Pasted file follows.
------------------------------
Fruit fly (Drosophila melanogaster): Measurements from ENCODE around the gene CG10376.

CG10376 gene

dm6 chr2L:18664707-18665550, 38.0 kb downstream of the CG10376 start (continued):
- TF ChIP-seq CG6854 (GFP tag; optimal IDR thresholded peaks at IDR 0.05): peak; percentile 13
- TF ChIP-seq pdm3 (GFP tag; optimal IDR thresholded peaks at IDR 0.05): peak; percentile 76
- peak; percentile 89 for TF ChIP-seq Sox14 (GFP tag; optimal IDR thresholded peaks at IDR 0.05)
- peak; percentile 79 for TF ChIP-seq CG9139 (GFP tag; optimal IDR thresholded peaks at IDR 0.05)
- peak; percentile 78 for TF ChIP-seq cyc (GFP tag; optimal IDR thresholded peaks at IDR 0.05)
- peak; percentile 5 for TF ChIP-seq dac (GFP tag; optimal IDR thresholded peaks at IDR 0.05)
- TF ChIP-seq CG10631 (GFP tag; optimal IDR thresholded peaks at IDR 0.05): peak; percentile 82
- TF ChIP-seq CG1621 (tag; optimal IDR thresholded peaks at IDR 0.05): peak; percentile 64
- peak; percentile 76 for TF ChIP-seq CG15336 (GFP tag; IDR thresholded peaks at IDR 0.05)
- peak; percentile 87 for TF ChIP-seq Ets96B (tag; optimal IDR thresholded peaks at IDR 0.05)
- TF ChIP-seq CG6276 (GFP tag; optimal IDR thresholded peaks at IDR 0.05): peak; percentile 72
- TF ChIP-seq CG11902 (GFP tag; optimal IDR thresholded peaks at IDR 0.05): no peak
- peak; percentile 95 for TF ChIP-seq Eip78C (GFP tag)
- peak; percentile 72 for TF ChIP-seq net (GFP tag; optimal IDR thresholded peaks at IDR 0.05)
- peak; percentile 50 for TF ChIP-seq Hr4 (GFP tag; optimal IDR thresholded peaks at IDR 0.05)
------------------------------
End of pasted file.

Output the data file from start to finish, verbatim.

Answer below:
Fruit fly (Drosophila melanogaster): Measurements from ENCODE around the gene CG10376.

CG10376 gene

dm6 chr2L:18664707-18665550, 38.0 kb downstream of the CG10376 start (continued):
- TF ChIP-seq CG6854 (GFP tag; optimal IDR thresholded peaks at IDR 0.05): peak; percentile 13
- TF ChIP-seq pdm3 (GFP tag; optimal IDR thresholded peaks at IDR 0.05): peak; percentile 76
- peak; percentile 89 for TF ChIP-seq Sox14 (GFP tag; optimal IDR thresholded peaks at IDR 0.05)
- peak; percentile 79 for TF ChIP-seq CG9139 (GFP tag; optimal IDR thresholded peaks at IDR 0.05)
- peak; percentile 78 for TF ChIP-seq cyc (GFP tag; optimal IDR thresholded peaks at IDR 0.05)
- peak; percentile 5 for TF ChIP-seq dac (GFP tag; optimal IDR thresholded peaks at IDR 0.05)
- TF ChIP-seq CG10631 (GFP tag; optimal IDR thresholded peaks at IDR 0.05): peak; percentile 82
- TF ChIP-seq CG1621 (tag; optimal IDR thresholded peaks at IDR 0.05): peak; percentile 64
- peak; percentile 76 for TF ChIP-seq CG15336 (GFP tag; IDR thresholded peaks at IDR 0.05)
- peak; percentile 87 for TF ChIP-seq Ets96B (tag; optimal IDR thresholded peaks at IDR 0.05)
- TF ChIP-seq CG6276 (GFP tag; optimal IDR thresholded peaks at IDR 0.05): peak; percentile 72
- TF ChIP-seq CG11902 (GFP tag; optimal IDR thresholded peaks at IDR 0.05): no peak
- peak; percentile 95 for TF ChIP-seq Eip78C (GFP tag)
- peak; percentile 72 for TF ChIP-seq net (GFP tag; optimal IDR thresholded peaks at IDR 0.05)
- peak; percentile 50 for TF ChIP-seq Hr4 (GFP tag; optimal IDR thresholded peaks at IDR 0.05)